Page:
Project PoSSUM Graduates Twelve Scientist-Astronaut Candidates at Embry-Riddle’s Daytona Beach Campus
PoSSUM, an acronym for Polar Suborbital Science in the Upper Mesosphere, uses research aircraft, high-altitude balloons, and commercial suborbital spacecraft to study rare “space clouds” called noctilucent clouds. These elusive clouds can help scientists address critical questions about Earth’s climate, but can only be studied in the upper atmosphere from polar latitudes during a small window of time in the summer. Project PoSSUM also conducts bioastronautics research, spacesuit-related technology development, and educational outreach missions.
The PoSSUM Scientist-Astronaut program, designed by former NASA astronaut instructors and hosted by Embry-Riddle gives its candidates the skills to effectively conduct research on commercial space vehicles as part of international research campaigns. The program is an intense training curriculum that covers atmospheric science, remote sensing, celestial mechanics, particle scattering, spaceflight physiology and PoSSUM instrument operations.
In addition, the students received comprehensive spacesuit training, mission simulation training, high-altitude and hypoxia awareness training, and aerospace physiology training in analog flight conditions. Contributing to PoSSUM Class 1701 were retired NASA astronauts Winston Scott and Nicole Stott, world-champion aerobatic pilot Patty Wagstaff, and Sci-Art Exchange Executive Director Dr. Jancy McPhee.
“The practical experience that Capt. Winston Scott, Patty Wagstaff, and Nicole Stott contributed greatly helped these PoSSUM students appreciate the complexities of spacesuit operations, the physiological strains of extreme aerospace environments, and the necessity of human components and artistic expression to communicate science,” said PoSSUM Executive Director Dr. Jason Reimuller. “These are all essential elements of the PoSSUM mission.”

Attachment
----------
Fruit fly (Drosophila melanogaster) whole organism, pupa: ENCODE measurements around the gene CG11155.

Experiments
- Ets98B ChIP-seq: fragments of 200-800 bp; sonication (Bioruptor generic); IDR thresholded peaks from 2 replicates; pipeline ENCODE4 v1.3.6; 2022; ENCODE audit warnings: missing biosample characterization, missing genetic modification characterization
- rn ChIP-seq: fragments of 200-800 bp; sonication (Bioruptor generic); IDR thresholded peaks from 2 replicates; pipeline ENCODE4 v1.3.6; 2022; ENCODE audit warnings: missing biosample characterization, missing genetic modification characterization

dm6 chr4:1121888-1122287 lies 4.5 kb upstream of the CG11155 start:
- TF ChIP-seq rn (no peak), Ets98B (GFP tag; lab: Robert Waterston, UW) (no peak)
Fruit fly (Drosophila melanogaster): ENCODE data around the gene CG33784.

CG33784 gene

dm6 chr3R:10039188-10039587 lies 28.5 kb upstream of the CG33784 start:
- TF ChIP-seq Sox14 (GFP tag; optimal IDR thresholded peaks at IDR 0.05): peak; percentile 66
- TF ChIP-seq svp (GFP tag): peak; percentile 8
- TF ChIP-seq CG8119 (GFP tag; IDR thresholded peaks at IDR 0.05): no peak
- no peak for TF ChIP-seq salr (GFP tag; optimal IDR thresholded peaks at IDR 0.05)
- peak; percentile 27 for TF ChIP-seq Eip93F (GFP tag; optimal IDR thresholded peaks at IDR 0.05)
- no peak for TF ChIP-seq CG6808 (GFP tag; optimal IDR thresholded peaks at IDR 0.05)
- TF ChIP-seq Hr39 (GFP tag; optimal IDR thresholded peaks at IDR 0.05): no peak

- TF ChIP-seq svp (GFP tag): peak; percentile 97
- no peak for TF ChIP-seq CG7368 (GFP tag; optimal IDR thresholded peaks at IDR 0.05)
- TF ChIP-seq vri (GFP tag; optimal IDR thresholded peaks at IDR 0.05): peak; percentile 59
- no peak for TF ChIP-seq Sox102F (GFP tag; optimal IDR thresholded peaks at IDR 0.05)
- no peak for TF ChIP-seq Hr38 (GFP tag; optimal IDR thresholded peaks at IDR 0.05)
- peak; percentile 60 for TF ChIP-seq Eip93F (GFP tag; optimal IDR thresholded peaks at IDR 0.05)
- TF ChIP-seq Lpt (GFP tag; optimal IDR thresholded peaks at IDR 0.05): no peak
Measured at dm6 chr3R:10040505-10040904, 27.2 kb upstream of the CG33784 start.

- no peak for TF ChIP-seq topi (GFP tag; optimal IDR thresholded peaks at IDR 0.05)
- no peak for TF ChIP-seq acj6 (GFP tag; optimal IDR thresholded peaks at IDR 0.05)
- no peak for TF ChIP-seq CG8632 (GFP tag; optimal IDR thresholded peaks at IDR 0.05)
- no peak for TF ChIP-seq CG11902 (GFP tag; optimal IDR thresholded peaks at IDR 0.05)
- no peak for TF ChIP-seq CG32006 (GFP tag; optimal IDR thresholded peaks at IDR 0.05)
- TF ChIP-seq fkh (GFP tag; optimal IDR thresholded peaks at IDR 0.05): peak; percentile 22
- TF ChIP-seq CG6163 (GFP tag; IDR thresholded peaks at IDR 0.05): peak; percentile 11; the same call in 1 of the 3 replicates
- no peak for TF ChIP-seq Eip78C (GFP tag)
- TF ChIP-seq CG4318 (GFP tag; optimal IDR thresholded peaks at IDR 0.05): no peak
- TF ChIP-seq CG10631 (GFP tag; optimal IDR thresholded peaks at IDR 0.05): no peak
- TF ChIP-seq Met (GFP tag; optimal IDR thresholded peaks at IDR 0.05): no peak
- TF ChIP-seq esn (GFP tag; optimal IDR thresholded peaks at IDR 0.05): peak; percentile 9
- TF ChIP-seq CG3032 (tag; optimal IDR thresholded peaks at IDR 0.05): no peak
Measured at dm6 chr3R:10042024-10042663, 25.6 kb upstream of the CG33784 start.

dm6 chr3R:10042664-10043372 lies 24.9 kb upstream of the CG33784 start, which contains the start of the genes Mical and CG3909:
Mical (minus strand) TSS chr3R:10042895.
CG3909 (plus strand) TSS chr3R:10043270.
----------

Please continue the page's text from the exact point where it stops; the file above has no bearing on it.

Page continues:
The new PoSSUM graduates will become involved with existing research programs to study the upper atmosphere, evaluate IVA and EVA spacesuits, and participate in educational outreach and technology development programs in preparation for airborne and suborbital research missions. This summer, PoSSUM graduates will image noctilucent clouds from research aircraft in Northern Alberta with cameras designed for a high-altitude balloon campaign over Antarctica later this year.
This October the PoSSUM team will conduct the first visor-down, zero-G parabolic flight tests in Ottawa, Ontario as well as test the ability of the suit to perform a variety of post-landing contingency operations as part of the PoSSUM Bioastronautics Program.
The twelve graduating candidates of Scientist-Astronaut Class 1701 include: Kristen Sanfilippo of Pensacola, FL.; Scott Ritter of Philadelphia, Penn.; Angel Samalot of Waco, Tex.; Keith Crooker of Burnsville, Minn.; Nirvani Umadat of Winnepeg, Manitoba; Stephan Guenther of Liechlingen, Germany; Matt Harasymczuk of Katwijk aan Zee, Poland; Trent Tresch of Stanwood, Wash., Maryam Nabavi of Toronto, Ont.; Renee Garifi of Huntsville, Ala.; Ryan Kobrick of Daytona Beach, Fla.; and Jose Hurtado of El Paso, Tex.
Twelve new candidates will be selected for PoSSUM Scientist-Astronaut Class 1702, which will take place at Embry-Riddle in October 2017. Interested individuals should apply online at www.projectpossum.org.
Dr. Jason Reimuller, Executive Director, Project PoSSUM, Boulder, Colo.; Office: (720) 352-3227; email@example.com
James Roddey, Communications and Media Relations Manager, Embry-Riddle Aeronautical University, Daytona Beach, Fla.; Office: (386) 226-6198; firstname.lastname@example.org
About Project PoSSUM
Project PoSSUM, a 501(c)(3) non-profit organization, is the first manned suborbital research and education program and is devoted to the study of the upper atmosphere and the role it plays in the understanding of the global climate. The PoSSUM Scientist-Astronaut Candidate Program and Advanced PoSSUM Academy are held at the Embry-Riddle Aeronautical University in Daytona Beach, Fla. PoSSUM Instrumentation is funded by NASA and will be flown first in PoSSUM research aircraft and later over Antarctica in 2017 as the ‘PMC-Turbo’ experiment. The PoSSUM Noctilucent Cloud Tomography Experiment is supported by NASA's Flight Opportunities Program as the ‘Noctilucent Cloud Imagery and Tomography Experiment,’ granted in March 2012 and PoSSUM students train to fly this suborbital mission while preparing for aeronomy, bioastronautics and educational outreach missions. For more information, visit projectpossum.org or follow us on www.facebook.com/projectpossum.